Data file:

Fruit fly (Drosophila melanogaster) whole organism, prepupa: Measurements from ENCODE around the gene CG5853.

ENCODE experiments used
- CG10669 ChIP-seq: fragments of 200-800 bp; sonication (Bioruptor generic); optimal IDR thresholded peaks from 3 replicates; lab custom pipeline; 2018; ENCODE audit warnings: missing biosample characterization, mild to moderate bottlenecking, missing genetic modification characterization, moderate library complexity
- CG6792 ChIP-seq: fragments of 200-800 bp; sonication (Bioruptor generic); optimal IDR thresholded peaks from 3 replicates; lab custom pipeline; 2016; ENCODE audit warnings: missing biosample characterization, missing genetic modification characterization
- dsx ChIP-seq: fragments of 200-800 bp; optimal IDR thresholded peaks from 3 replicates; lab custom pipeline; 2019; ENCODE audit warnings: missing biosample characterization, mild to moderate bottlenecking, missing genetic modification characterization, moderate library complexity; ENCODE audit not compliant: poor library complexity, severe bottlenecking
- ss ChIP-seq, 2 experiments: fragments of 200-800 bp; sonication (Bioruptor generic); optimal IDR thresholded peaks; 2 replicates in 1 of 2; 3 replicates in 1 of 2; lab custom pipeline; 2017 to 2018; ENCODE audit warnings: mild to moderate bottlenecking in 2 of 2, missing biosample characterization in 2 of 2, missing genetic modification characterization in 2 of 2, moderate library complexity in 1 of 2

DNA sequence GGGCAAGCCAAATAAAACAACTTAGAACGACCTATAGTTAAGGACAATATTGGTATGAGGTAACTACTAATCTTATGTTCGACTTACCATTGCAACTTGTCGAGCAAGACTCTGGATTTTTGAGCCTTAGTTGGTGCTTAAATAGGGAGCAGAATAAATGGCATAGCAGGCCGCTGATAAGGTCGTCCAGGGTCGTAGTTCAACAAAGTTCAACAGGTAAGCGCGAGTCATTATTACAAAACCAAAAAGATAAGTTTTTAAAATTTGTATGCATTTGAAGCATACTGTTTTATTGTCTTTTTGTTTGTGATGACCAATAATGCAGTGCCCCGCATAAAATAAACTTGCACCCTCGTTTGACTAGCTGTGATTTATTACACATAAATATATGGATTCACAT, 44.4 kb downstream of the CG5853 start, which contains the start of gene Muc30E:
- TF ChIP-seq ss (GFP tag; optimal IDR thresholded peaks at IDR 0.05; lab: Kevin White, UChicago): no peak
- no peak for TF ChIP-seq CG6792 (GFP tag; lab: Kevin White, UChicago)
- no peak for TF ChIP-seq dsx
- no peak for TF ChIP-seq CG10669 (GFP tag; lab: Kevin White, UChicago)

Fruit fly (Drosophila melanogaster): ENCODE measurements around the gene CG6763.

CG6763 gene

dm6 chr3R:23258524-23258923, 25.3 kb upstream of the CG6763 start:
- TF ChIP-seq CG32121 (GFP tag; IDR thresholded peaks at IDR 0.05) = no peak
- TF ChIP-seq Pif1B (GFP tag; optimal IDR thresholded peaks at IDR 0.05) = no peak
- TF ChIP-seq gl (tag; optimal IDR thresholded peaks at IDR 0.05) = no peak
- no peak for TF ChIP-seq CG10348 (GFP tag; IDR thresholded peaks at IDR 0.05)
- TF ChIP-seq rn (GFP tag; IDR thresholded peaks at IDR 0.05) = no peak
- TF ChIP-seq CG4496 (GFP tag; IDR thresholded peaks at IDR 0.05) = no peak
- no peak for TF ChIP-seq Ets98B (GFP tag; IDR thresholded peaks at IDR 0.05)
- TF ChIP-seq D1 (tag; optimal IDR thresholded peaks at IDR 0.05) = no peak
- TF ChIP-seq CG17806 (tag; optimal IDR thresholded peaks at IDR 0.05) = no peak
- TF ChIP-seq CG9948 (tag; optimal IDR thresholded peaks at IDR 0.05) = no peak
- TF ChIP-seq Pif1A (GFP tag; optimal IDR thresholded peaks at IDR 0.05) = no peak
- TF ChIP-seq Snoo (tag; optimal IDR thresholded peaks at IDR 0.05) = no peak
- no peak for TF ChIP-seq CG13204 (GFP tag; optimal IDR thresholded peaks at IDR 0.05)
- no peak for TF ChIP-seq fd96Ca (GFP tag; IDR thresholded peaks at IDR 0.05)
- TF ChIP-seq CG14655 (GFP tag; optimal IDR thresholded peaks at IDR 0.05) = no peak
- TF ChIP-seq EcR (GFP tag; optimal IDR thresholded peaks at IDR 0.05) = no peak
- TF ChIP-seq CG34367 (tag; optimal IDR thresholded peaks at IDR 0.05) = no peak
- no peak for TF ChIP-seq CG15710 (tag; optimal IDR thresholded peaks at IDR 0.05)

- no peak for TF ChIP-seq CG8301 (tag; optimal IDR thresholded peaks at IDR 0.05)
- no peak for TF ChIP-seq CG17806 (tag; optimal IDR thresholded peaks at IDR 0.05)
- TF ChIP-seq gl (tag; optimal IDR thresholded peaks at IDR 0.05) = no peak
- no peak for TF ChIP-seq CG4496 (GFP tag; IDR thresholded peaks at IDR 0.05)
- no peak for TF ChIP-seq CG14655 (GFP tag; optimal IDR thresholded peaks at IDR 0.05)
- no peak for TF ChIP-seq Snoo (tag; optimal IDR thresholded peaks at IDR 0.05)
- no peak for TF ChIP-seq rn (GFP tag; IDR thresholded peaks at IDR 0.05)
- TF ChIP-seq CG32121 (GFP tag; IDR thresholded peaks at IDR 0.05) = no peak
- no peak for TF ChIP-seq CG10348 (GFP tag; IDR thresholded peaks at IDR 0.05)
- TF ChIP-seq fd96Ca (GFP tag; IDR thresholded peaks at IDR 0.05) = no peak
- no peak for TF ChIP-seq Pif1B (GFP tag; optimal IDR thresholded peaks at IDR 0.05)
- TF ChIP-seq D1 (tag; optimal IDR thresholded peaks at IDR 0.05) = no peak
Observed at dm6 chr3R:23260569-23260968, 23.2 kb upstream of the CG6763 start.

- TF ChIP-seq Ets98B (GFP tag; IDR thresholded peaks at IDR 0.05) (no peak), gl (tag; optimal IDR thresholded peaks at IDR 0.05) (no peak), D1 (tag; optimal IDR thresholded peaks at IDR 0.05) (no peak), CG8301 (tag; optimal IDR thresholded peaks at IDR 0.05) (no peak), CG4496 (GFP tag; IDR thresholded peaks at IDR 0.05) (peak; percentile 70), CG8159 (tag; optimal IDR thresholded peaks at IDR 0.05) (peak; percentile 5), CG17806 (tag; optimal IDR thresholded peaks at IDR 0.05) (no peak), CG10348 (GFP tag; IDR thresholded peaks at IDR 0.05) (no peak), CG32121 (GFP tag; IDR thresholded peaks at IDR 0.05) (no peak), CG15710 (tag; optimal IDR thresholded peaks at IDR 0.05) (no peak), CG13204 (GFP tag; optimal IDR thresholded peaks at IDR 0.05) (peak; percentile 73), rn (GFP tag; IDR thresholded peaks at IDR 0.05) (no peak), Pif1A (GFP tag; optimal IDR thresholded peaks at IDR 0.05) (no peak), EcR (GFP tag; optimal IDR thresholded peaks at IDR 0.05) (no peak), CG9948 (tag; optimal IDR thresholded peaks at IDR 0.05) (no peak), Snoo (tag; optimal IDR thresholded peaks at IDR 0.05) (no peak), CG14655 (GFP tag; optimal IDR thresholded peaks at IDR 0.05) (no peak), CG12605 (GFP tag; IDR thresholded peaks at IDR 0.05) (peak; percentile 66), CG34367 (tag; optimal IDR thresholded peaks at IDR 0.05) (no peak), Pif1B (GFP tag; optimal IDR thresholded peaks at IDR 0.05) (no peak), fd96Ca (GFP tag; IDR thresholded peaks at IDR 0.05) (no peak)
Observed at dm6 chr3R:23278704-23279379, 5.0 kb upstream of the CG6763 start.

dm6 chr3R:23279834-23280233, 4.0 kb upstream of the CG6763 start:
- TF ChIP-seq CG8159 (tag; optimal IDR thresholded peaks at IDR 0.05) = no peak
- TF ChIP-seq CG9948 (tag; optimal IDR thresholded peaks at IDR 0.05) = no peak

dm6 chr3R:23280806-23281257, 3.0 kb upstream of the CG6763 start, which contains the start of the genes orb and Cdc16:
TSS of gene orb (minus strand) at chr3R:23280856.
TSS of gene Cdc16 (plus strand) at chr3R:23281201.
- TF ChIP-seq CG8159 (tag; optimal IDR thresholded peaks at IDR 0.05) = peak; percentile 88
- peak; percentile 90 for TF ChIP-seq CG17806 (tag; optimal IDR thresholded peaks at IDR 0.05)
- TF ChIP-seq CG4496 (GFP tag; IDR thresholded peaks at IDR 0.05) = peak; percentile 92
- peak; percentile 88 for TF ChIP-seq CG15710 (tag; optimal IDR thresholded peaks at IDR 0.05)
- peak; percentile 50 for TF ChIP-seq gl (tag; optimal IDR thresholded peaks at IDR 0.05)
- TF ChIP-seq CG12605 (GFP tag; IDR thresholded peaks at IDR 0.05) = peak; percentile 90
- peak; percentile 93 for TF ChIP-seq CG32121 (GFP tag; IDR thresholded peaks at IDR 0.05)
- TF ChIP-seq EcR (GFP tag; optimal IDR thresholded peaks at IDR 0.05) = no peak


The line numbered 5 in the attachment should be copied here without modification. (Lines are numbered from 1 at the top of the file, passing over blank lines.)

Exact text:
- dsx ChIP-seq: fragments of 200-800 bp; optimal IDR thresholded peaks from 3 replicates; lab custom pipeline; 2019; ENCODE audit warnings: missing biosample characterization, mild to moderate bottlenecking, missing genetic modification characterization, moderate library complexity; ENCODE audit not compliant: poor library complexity, severe bottlenecking